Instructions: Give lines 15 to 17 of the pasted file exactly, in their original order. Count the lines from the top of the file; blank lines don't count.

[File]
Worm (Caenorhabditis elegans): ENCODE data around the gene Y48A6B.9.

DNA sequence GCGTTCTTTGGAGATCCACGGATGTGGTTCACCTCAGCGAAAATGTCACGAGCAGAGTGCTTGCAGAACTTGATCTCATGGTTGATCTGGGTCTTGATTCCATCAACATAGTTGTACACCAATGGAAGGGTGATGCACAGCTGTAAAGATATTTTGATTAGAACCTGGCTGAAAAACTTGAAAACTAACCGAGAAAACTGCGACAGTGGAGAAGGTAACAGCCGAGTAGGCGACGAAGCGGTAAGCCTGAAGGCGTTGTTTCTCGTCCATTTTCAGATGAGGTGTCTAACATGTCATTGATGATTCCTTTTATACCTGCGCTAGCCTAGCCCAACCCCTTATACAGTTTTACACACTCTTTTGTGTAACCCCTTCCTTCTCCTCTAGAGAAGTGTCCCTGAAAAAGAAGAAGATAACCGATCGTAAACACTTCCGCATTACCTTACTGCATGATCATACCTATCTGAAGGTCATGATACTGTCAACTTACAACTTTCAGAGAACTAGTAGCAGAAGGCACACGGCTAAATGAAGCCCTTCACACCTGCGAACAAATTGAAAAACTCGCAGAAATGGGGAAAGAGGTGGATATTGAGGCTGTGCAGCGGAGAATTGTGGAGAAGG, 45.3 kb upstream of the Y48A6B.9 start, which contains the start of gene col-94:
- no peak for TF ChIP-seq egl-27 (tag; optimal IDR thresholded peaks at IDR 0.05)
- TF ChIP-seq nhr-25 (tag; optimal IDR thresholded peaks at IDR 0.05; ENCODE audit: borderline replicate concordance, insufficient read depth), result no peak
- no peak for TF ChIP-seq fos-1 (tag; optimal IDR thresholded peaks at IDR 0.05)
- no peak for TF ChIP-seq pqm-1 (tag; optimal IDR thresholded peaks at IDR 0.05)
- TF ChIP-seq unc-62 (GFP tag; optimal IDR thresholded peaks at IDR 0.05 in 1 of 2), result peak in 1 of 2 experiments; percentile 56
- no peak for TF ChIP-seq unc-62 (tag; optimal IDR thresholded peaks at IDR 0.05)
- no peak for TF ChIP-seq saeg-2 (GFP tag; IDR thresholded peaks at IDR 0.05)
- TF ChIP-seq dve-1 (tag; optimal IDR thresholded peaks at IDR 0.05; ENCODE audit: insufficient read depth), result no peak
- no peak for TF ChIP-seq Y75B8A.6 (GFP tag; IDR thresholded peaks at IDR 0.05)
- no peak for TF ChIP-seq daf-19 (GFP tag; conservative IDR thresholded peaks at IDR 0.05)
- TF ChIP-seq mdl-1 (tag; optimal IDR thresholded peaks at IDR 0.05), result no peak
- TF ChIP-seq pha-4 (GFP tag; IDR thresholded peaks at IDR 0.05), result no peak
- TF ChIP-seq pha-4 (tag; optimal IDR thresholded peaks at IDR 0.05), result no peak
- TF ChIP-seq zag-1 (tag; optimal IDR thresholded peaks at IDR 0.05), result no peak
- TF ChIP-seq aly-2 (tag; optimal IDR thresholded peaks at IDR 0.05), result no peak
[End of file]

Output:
- TF ChIP-seq pha-4 (tag; optimal IDR thresholded peaks at IDR 0.05), result no peak
- TF ChIP-seq zag-1 (tag; optimal IDR thresholded peaks at IDR 0.05), result no peak
- TF ChIP-seq aly-2 (tag; optimal IDR thresholded peaks at IDR 0.05), result no peak